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Home > MSAA Publications > The Motivator > The Motivator: Winter/Spring 2009 > Cover Story - Symptom Management Update > SECTION 5: DIZZINESS AND VERTIGO
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< SECTION 4: BALANCE - Home - SECTION 6: TREMOR >

SECTION 5: DIZZINESS AND VERTIGO

Vertigo, or the sensation of "spinning," may occur as the result of lesions in the brain areas that coordinate balance.

NON-PHARMACOLOGIC MANAGEMENT

Physical Therapy

If changes in head position are a component of vertigo, a physical therapist can develop an exercise program that will help to reduce the effects of these positional changes.

PHARMACOLOGIC MANAGEMENT

Antihistamines
including Benadryl® (diphenhydramine), Antivert® (meclizine), and Dramamine®(dimenhydrinate)

Mild vertigo may be controlled with these agents, originally used to treat vertigo associated with motion sickness. Dose is usually 25-50 mg every 8 hours.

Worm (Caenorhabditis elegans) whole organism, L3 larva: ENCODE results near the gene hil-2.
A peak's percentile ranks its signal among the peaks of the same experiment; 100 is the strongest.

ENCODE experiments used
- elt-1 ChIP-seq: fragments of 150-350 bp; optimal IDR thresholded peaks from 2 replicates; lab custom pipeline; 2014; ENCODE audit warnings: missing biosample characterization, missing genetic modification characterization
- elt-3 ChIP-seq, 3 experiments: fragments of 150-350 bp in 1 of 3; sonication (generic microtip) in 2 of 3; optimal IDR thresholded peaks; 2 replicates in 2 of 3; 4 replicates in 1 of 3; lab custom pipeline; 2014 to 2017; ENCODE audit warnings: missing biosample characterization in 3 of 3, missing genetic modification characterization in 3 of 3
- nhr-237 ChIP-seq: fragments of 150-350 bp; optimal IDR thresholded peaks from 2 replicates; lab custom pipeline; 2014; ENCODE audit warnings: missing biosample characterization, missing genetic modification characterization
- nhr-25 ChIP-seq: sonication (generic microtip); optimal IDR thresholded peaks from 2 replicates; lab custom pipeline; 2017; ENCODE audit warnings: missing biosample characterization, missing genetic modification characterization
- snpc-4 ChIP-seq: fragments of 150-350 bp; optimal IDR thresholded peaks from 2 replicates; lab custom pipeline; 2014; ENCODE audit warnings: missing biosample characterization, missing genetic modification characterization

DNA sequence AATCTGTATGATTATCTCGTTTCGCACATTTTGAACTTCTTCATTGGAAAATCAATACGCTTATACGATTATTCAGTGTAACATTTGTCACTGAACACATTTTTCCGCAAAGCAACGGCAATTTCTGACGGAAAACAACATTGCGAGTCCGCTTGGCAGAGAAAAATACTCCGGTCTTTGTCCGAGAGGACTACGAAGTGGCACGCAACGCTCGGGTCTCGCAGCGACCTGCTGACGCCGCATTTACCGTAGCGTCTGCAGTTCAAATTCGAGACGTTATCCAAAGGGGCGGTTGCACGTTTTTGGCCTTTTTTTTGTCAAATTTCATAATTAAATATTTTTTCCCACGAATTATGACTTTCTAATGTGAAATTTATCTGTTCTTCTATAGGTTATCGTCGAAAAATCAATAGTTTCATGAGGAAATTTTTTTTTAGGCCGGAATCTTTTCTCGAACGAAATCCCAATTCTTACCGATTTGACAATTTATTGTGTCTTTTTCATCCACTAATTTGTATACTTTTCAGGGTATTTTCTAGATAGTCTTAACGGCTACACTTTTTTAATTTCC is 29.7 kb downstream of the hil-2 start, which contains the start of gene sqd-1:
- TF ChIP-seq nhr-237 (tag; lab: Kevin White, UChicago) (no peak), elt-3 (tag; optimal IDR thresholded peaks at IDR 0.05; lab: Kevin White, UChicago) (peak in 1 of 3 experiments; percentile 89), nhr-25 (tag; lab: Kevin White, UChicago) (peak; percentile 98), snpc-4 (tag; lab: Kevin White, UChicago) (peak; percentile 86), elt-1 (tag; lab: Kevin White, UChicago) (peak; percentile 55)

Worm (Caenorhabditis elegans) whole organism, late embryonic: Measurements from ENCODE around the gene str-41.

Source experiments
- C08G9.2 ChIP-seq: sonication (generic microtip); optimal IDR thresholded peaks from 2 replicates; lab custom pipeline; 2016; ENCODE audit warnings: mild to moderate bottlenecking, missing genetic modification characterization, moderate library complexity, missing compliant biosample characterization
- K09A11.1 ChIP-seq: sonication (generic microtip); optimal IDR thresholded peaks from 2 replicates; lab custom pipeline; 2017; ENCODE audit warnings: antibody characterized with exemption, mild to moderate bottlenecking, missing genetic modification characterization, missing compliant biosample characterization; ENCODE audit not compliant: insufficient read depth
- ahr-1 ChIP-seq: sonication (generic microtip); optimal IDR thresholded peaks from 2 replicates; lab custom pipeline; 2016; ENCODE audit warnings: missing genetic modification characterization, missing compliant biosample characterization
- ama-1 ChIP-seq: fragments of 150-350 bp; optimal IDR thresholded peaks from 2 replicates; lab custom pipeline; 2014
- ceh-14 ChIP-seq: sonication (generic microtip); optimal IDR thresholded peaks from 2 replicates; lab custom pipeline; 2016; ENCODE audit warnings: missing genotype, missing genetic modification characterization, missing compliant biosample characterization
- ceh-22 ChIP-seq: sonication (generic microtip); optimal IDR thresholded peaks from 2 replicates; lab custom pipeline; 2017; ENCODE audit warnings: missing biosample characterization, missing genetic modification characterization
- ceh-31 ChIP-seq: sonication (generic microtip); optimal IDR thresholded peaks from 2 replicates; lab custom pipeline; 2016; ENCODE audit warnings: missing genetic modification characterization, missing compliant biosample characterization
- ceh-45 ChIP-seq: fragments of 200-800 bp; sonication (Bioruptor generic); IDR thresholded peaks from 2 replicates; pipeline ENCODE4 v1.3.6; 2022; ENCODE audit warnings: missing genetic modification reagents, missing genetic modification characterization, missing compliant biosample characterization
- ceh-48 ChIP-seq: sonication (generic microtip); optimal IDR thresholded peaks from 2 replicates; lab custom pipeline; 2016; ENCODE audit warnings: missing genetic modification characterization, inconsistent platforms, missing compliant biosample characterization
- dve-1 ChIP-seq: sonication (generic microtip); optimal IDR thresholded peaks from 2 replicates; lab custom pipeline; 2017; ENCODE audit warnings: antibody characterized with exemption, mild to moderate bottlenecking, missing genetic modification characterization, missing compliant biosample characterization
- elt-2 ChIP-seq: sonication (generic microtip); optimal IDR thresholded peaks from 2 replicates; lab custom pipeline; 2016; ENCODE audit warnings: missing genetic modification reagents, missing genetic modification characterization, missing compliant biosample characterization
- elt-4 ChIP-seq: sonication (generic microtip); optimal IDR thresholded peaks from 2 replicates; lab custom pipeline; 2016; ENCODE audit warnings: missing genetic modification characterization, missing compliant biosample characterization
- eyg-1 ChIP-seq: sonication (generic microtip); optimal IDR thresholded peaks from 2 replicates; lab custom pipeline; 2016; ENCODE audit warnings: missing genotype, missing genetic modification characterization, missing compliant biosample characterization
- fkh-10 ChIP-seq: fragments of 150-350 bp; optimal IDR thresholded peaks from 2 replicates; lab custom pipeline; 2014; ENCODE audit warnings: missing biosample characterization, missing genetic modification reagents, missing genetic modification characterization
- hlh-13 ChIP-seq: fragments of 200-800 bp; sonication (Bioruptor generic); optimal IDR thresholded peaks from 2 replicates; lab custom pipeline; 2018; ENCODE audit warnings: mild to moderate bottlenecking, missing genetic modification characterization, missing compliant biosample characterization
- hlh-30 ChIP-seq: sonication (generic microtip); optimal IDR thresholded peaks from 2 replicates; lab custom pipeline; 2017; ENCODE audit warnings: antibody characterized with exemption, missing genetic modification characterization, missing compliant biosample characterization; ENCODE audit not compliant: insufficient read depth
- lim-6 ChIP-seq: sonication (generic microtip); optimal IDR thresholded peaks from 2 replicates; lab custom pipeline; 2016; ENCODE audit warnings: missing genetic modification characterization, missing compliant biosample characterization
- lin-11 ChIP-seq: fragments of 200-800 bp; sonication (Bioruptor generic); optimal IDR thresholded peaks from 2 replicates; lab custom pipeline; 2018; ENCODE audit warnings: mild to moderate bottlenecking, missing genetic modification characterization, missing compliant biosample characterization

Side effects include drowsiness, blurred vision, constipation, and dryness of the mouth.

Scopolamine Transdermal Patch

This is an anticholinergic agent, meaning that it acts on neurons that use acetylcholine as their transmitter. One of its main uses is the treatment of motion sickness and its associated vertigo.

Side effects are similar to the antihistamines, listed above.

Benzodiazepines
including Valium® (diazepam), Klonopin® (clonazepam), and Serax® (oxazepam)

These medications decrease activity in the areas of the nervous system that control the inner ear.

Please refer to the Spasticity and Anxiety sections for details on these drugs.

< SECTION 4: BALANCE - Home - SECTION 6: TREMOR >

Last Updated on Friday, 10 May 2013 10:31